The storm clouds made her nervous.
They had gathered in the early morning before sunrise and had slowly moved across the fields and threatened rain.
She had been playing in the fields as she did most days. School had been out for almost a month and she'd been allowed to do as she pleased unless her mother or father needed her. She tended to stay within earshot of the house. Close enough that her parents could find her but far enough that the sprites wouldn't be afraid.
The sprites were the reason she liked the fields. They had a home in an elderly oak tree that sat in the field. Her father had talked about cutting it down several times over the last few years, but he had never done more than talk. The sprites knew her and would come out of the tree's branches like so many fireflies, drifting on the breeze.
They weren't much for playing, actually, but they liked to talk and they liked to hear about the world beyond the fields. She told them about school and Mrs. Stephenson, her teacher, and about Sparky her dog. Sparky had even come to the tree with her once but all he'd done was bark and that frightened the sprites. She told them her hopes and dreams. How she wanted to get married some day and be a famous musician or maybe a movie star.
The sprites listened to all of her stories, often making comments and suggestions or joking about how they thought a person looked or talked. They hadn't been too far off with Old Man Thompson.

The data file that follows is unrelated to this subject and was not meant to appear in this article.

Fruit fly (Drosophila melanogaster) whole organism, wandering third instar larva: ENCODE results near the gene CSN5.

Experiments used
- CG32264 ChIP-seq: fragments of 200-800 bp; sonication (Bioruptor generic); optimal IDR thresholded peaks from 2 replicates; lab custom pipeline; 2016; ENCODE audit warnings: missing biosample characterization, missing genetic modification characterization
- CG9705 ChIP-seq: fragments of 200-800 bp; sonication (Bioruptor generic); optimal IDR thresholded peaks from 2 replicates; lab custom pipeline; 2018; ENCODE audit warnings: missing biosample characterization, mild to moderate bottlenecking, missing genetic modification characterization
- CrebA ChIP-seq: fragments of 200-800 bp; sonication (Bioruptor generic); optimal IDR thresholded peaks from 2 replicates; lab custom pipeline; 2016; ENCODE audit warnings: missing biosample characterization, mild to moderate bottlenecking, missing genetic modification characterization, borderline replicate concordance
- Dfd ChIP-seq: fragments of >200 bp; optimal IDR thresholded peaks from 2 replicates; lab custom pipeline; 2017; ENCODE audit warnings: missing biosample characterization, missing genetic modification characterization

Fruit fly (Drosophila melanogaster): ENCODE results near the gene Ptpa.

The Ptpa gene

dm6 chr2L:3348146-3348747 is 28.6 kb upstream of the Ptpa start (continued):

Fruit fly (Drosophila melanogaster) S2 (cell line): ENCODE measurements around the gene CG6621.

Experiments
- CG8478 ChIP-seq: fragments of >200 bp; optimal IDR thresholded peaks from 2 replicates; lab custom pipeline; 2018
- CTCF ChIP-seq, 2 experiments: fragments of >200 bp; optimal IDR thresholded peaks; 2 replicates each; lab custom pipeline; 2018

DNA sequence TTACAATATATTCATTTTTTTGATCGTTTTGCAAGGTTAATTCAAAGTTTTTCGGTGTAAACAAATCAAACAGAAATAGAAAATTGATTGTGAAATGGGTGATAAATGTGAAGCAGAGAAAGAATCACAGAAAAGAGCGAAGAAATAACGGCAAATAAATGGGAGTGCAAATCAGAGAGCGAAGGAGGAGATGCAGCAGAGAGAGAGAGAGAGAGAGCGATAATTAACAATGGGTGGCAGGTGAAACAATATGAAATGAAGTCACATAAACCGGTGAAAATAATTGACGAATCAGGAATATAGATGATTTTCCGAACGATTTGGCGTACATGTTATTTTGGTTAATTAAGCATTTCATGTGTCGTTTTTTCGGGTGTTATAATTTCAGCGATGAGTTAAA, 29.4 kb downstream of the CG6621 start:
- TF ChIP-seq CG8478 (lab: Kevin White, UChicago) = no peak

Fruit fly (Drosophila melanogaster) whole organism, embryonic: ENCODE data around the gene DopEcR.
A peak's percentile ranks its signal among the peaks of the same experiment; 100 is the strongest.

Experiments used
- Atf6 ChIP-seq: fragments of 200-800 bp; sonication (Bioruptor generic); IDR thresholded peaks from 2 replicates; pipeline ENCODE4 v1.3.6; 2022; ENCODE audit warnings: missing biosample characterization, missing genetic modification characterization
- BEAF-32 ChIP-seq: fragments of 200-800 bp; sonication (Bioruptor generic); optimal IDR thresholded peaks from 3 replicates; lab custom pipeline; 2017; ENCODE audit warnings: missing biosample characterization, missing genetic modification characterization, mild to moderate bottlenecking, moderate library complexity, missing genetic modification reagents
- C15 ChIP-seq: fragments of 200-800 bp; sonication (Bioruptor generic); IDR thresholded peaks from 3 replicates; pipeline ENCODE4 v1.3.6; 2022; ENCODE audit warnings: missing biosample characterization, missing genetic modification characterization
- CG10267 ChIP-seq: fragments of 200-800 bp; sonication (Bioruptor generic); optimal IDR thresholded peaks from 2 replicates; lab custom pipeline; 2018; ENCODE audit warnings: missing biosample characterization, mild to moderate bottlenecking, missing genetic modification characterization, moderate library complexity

Sometimes they brought her presents. Flowers or small stones. She took them graciously and kept them in a small wooden box in her room, hidden under her bed.
'Let the storm come' she thought as she walked toward the oak tree after lunch (peanut butter and jelly and Fritos). Ominous as the clouds looked she was close enough to the house that she'd only get a little wet and her friends would keep her company until then. The summer was long and the day seemed endless.
Thunder cracked in the distance as she approached the tree.
A lone firefly sprite floated down from the tree.
"Go away," it said.
"But…" was all she managed before the thunder cracked directly overhead.
"Go away," the sprite repeated.
"Why?" she asked.
"This storm is unnatural. It will destroy you if you stay here. And you must survive."
She was used to the cryptic way the sprites talked, but something in the sound of its voice made her believe this sprite.
"Okay," she said, her voice almost a whisper.
She walked back to the house with her head hung low. She reached the screen porch at the back of the house, climbed the stairs and turned to look out over the fields and the oak tree beyond. Lightning arced across the sky, splitting the tree in two.
She cried for days afterward.